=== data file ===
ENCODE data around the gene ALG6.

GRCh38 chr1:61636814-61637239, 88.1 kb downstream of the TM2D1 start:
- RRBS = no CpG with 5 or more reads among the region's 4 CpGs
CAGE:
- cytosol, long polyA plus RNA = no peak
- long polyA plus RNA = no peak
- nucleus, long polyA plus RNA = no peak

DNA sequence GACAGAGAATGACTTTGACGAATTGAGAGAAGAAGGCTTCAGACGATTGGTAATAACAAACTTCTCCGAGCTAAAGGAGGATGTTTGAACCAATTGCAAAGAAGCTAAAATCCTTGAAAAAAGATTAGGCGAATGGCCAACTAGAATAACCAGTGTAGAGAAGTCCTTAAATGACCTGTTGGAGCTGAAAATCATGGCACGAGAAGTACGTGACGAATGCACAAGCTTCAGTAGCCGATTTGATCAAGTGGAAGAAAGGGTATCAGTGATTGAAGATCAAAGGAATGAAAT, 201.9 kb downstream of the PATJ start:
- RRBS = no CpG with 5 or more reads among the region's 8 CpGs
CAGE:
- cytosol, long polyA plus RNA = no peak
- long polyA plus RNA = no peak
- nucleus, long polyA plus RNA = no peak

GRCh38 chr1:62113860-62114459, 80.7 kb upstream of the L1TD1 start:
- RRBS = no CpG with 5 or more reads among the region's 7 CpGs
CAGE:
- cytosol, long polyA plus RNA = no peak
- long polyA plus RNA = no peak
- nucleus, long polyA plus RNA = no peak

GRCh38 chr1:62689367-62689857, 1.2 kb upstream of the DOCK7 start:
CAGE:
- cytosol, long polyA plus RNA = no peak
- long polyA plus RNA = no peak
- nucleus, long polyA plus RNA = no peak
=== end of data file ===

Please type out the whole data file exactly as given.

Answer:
ENCODE data around the gene ALG6.

GRCh38 chr1:61636814-61637239, 88.1 kb downstream of the TM2D1 start:
- RRBS = no CpG with 5 or more reads among the region's 4 CpGs
CAGE:
- cytosol, long polyA plus RNA = no peak
- long polyA plus RNA = no peak
- nucleus, long polyA plus RNA = no peak

DNA sequence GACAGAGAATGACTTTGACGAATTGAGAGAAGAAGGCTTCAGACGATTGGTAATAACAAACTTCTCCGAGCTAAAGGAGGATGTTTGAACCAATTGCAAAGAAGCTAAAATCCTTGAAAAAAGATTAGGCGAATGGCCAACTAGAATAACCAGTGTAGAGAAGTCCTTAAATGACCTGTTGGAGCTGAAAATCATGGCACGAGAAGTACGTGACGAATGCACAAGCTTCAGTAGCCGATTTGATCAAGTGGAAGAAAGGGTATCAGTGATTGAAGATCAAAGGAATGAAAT, 201.9 kb downstream of the PATJ start:
- RRBS = no CpG with 5 or more reads among the region's 8 CpGs
CAGE:
- cytosol, long polyA plus RNA = no peak
- long polyA plus RNA = no peak
- nucleus, long polyA plus RNA = no peak

GRCh38 chr1:62113860-62114459, 80.7 kb upstream of the L1TD1 start:
- RRBS = no CpG with 5 or more reads among the region's 7 CpGs
CAGE:
- cytosol, long polyA plus RNA = no peak
- long polyA plus RNA = no peak
- nucleus, long polyA plus RNA = no peak

GRCh38 chr1:62689367-62689857, 1.2 kb upstream of the DOCK7 start:
CAGE:
- cytosol, long polyA plus RNA = no peak
- long polyA plus RNA = no peak
- nucleus, long polyA plus RNA = no peak